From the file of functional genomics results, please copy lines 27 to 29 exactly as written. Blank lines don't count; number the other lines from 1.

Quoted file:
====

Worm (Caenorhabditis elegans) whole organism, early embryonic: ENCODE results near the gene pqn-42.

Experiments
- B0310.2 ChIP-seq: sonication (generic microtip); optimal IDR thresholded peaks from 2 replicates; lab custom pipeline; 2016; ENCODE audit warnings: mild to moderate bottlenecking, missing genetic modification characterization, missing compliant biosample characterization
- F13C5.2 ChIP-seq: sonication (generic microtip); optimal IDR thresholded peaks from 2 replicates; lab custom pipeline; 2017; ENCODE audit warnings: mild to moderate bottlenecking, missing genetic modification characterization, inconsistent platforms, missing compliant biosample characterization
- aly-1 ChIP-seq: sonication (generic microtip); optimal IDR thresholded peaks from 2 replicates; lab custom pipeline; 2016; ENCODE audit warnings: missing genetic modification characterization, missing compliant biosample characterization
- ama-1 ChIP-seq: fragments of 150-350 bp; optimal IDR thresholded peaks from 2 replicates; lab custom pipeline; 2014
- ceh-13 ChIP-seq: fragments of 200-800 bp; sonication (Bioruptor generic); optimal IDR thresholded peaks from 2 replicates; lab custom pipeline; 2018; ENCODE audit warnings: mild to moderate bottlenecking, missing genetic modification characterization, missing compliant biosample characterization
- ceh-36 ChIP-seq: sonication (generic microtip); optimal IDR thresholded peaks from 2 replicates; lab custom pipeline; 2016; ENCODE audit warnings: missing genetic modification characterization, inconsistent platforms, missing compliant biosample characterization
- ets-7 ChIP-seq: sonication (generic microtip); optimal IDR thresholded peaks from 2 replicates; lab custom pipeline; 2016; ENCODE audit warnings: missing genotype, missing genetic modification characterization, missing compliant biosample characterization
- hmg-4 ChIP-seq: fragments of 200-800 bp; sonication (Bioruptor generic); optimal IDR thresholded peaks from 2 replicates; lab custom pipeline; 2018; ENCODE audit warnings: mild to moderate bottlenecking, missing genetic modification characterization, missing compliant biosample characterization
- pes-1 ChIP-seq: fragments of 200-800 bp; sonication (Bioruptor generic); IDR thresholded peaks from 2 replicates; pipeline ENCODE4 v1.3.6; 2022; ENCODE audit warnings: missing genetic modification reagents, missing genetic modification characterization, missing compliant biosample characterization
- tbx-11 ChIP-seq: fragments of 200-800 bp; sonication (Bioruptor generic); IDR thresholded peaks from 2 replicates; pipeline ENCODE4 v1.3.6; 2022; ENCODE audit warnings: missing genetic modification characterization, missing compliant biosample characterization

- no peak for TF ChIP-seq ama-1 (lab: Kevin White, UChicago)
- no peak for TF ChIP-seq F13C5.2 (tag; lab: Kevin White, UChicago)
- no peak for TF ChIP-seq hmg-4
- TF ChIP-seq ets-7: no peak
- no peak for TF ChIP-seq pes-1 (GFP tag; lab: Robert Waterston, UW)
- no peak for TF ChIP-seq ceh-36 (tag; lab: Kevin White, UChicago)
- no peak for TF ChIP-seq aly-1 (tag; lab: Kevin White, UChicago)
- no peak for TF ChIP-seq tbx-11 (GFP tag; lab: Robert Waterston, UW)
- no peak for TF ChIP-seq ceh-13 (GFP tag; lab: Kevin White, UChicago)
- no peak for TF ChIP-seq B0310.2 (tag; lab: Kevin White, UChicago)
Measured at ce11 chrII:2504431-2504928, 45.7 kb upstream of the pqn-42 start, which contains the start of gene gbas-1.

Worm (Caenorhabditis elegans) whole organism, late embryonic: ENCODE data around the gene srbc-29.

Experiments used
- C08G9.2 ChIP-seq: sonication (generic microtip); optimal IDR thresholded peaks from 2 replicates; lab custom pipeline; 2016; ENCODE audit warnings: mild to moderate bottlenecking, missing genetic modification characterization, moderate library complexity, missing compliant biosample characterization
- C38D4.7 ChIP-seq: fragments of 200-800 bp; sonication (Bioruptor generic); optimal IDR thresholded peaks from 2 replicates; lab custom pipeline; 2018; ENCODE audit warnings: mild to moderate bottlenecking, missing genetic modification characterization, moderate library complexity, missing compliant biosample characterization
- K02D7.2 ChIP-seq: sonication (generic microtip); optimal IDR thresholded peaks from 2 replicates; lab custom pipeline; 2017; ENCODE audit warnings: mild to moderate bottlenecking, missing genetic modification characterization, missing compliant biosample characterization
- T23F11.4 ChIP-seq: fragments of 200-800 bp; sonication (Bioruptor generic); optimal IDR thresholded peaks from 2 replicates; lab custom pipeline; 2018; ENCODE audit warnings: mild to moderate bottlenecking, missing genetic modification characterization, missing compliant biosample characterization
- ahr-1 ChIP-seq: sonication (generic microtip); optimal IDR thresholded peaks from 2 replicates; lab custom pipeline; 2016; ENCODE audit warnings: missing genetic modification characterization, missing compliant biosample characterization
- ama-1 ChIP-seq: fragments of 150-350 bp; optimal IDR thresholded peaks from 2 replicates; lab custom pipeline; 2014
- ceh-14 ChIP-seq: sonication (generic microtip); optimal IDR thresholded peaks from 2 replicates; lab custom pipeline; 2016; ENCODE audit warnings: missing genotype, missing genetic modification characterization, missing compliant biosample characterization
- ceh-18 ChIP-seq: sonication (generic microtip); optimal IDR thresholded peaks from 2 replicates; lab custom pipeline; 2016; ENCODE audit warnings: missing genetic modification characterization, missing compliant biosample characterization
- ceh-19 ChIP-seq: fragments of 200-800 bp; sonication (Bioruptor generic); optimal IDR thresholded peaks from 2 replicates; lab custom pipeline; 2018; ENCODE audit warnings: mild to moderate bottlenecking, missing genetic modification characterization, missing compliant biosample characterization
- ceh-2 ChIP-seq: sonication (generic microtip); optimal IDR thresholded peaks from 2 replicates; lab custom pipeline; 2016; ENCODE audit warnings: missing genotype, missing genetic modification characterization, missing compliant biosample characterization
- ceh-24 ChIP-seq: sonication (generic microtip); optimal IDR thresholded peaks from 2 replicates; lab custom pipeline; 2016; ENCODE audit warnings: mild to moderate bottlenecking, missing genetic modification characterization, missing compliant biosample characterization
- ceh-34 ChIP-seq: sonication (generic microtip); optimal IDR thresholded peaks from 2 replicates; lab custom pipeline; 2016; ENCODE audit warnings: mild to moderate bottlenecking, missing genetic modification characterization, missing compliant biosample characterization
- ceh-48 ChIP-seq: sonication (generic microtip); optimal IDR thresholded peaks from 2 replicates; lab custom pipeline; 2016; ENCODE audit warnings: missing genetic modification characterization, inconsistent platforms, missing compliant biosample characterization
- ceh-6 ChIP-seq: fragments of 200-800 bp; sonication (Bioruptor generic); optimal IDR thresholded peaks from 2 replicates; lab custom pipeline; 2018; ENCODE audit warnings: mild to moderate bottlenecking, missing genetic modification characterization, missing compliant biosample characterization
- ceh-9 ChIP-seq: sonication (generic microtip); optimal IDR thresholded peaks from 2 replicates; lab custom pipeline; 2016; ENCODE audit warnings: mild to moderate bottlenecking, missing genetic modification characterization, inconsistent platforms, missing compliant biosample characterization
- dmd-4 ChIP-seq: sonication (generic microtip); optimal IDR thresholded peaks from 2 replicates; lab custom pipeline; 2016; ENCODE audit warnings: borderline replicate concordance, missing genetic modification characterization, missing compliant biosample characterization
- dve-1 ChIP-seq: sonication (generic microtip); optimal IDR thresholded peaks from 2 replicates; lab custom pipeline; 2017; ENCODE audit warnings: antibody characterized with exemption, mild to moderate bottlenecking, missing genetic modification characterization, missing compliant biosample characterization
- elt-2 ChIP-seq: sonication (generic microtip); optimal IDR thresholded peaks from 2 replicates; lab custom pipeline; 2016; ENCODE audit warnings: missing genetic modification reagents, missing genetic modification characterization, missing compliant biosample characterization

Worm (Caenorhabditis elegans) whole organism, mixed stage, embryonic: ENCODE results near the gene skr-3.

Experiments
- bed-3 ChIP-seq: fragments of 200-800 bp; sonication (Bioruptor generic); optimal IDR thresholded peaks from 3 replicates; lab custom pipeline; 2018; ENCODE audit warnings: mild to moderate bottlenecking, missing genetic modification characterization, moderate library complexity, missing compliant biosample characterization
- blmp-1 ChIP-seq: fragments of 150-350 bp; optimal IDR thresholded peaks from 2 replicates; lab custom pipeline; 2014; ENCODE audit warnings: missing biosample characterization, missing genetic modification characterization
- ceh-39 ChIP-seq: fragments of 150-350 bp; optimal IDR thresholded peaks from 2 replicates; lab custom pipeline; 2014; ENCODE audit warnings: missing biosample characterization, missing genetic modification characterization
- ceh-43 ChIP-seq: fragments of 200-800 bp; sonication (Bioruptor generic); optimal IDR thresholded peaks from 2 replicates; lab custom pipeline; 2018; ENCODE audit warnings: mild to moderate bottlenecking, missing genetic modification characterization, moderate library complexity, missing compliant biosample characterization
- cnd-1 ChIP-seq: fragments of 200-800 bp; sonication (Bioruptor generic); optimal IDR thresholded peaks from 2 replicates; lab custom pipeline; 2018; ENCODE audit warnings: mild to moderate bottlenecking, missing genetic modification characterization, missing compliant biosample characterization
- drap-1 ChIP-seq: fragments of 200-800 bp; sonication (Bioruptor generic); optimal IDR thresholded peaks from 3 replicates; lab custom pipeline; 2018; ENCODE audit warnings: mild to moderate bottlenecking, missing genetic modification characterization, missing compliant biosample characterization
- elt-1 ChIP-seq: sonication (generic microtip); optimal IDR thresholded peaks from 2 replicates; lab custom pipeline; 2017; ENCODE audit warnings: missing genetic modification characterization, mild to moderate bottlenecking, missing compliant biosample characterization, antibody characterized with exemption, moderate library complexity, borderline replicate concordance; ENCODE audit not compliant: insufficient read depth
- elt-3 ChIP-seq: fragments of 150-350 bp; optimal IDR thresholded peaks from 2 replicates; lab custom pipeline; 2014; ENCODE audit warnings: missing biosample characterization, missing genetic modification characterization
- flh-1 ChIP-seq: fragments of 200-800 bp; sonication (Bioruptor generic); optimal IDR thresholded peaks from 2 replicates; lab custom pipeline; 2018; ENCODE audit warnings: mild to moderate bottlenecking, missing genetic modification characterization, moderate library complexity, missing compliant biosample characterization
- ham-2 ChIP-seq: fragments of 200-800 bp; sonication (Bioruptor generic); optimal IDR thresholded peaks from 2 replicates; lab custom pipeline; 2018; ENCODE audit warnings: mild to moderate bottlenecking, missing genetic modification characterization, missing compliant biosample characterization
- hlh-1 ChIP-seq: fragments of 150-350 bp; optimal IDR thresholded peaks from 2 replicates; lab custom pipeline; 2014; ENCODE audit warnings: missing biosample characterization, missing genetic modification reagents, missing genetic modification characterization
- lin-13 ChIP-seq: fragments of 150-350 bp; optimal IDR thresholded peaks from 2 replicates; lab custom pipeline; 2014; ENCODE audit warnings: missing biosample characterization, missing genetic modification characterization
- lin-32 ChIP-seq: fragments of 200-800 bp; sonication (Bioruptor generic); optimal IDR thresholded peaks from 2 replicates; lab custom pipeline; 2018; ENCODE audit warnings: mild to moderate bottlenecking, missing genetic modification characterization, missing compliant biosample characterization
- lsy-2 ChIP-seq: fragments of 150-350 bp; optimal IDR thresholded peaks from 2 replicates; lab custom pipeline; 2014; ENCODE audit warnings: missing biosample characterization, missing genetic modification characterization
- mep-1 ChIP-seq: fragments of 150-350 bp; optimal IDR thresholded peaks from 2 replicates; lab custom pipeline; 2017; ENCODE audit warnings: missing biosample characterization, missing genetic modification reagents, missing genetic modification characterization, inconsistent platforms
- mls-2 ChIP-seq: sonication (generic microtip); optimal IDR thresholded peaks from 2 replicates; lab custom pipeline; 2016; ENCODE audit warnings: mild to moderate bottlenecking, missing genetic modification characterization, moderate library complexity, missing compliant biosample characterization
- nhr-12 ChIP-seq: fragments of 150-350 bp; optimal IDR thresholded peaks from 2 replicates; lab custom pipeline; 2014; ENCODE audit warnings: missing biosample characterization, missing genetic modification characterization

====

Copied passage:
- C38D4.7 ChIP-seq: fragments of 200-800 bp; sonication (Bioruptor generic); optimal IDR thresholded peaks from 2 replicates; lab custom pipeline; 2018; ENCODE audit warnings: mild to moderate bottlenecking, missing genetic modification characterization, moderate library complexity, missing compliant biosample characterization
- K02D7.2 ChIP-seq: sonication (generic microtip); optimal IDR thresholded peaks from 2 replicates; lab custom pipeline; 2017; ENCODE audit warnings: mild to moderate bottlenecking, missing genetic modification characterization, missing compliant biosample characterization
- T23F11.4 ChIP-seq: fragments of 200-800 bp; sonication (Bioruptor generic); optimal IDR thresholded peaks from 2 replicates; lab custom pipeline; 2018; ENCODE audit warnings: mild to moderate bottlenecking, missing genetic modification characterization, missing compliant biosample characterization